Plato’s Cave

20.03.2015 |

Episode #3 of the course “Philosophical ideas that everyone should know”

Think about being imprisoned all your life in a cave. Your feet and hands are bound, and your head is placed so that you can’t look anywhere but straight ahead. The shadows on the wall produced by a constant burning fire are the only things you and your inmates have ever observed and the only idea you can discuss.

Plato, the philosopher, uses this analogy in the Allegory of the Cave. In this theory, he investigates the ideal state and its ruler, the philosopher king. That is, Plato justifies the rule of a philosopher and uses the cave as context.

Plato’s concept of knowledge is complex and contains layers. For example, if your shackles were removed and you could walk around the cave, you would be awed by the fire at first. You would slowly begin to understand how it casts the shadows you have seen. Finally, you are released from the cave and can observe how the sun lights the world, providing a new level of understanding.

The cave signifies “the realm of becoming,” the part of our experience where nothing is perfect. Chained prisoners, referring to everyday people, have limited views, while the once prisoner is able to walk around the cave, he gains a better view of reality. Further, the world above the cave is “the realm of being,” or the world of truth inhabited by knowledge.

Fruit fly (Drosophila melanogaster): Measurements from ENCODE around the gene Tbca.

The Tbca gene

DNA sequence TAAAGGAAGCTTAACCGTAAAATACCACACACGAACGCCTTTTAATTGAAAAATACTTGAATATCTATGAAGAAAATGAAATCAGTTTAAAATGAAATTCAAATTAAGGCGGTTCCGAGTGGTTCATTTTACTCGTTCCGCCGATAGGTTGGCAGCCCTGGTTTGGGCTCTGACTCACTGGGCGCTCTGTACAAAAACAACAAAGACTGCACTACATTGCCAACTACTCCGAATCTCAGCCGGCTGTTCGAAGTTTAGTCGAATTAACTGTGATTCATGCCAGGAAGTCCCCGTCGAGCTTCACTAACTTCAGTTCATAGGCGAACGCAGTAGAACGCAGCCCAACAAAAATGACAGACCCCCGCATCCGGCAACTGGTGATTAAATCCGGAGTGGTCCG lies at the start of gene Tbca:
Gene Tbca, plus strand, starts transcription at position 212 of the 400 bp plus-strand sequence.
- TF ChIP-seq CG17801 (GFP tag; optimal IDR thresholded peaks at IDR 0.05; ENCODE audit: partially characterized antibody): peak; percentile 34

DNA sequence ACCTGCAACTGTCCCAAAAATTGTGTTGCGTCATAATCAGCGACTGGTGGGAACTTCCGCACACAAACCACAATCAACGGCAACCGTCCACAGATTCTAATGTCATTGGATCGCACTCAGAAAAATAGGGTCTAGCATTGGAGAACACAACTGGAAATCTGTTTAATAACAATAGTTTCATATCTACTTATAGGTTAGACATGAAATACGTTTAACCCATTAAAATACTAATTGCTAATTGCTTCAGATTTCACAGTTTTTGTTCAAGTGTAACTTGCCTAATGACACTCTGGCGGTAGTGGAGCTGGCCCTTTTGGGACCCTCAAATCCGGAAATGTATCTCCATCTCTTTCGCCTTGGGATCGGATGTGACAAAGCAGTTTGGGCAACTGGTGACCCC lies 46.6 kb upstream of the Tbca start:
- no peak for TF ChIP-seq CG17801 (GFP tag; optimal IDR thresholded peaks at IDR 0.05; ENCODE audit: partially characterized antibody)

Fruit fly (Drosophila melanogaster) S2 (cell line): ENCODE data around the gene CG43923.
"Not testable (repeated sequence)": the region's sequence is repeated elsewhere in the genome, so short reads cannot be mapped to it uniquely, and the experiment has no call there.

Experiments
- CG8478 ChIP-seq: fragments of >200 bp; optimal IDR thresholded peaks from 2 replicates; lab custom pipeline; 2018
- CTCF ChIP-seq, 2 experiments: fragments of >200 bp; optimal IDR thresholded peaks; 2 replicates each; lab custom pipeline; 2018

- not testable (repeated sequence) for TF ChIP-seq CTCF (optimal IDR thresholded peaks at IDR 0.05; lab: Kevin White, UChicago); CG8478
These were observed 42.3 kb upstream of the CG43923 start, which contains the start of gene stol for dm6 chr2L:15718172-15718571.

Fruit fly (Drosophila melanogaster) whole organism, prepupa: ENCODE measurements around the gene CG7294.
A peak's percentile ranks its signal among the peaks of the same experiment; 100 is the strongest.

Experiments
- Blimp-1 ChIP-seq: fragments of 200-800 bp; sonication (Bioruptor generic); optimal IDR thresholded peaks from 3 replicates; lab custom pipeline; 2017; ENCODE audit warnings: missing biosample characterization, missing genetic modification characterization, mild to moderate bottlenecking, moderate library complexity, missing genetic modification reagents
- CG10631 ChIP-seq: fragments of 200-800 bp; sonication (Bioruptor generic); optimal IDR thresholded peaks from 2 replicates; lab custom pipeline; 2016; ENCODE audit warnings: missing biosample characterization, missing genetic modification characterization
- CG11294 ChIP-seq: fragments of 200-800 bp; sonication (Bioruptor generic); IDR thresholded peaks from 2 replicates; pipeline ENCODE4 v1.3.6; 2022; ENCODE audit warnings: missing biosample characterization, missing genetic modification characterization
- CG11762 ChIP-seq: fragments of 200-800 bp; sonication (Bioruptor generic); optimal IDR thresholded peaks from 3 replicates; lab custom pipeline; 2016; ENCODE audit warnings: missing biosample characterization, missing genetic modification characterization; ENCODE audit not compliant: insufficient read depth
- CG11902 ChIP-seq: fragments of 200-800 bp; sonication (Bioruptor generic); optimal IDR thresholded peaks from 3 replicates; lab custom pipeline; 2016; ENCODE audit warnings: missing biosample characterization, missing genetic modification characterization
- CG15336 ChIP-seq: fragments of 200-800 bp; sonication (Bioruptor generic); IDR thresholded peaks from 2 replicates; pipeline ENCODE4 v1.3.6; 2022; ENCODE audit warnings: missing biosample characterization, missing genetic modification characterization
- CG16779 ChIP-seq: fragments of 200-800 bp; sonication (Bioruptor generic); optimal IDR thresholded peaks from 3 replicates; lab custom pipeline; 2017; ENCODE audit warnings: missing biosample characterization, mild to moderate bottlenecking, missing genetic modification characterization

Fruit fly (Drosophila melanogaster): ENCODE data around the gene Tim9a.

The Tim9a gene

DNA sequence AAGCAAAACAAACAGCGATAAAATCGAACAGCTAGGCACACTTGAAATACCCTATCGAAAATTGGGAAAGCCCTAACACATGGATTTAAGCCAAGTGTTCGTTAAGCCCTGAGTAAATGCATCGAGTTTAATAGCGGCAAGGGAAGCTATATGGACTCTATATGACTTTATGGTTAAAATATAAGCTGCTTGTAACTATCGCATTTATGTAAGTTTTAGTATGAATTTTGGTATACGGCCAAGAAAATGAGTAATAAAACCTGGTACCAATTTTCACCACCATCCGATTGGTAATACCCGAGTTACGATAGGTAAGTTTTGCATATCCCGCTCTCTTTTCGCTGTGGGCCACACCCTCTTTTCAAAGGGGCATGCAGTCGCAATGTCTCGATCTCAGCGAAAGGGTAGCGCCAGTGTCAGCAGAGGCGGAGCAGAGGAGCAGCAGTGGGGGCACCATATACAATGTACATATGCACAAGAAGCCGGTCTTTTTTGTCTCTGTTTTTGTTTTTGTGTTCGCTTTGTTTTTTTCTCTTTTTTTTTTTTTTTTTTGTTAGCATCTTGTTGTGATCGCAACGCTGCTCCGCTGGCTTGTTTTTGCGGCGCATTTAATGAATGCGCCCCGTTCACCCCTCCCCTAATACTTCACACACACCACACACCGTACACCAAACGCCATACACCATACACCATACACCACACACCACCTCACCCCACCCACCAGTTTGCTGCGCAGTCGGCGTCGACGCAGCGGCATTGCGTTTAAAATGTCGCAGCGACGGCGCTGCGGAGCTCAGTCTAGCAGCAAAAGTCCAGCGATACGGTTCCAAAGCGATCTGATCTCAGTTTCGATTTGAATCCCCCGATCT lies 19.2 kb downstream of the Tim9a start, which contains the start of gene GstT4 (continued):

In Plato’s view, the known has to be pure, complete, and last forever. However, nothing in the world of life inside the cave stands up to this definition. Plato suggests another realm (outside the cave) that is perfect and unchanging. Plato suggests that there is a hierarchy of the knowledge. The highest is the Form of the Good (the sun), which creates the ultimate meaning for all the other forms and is the basis for their existence.


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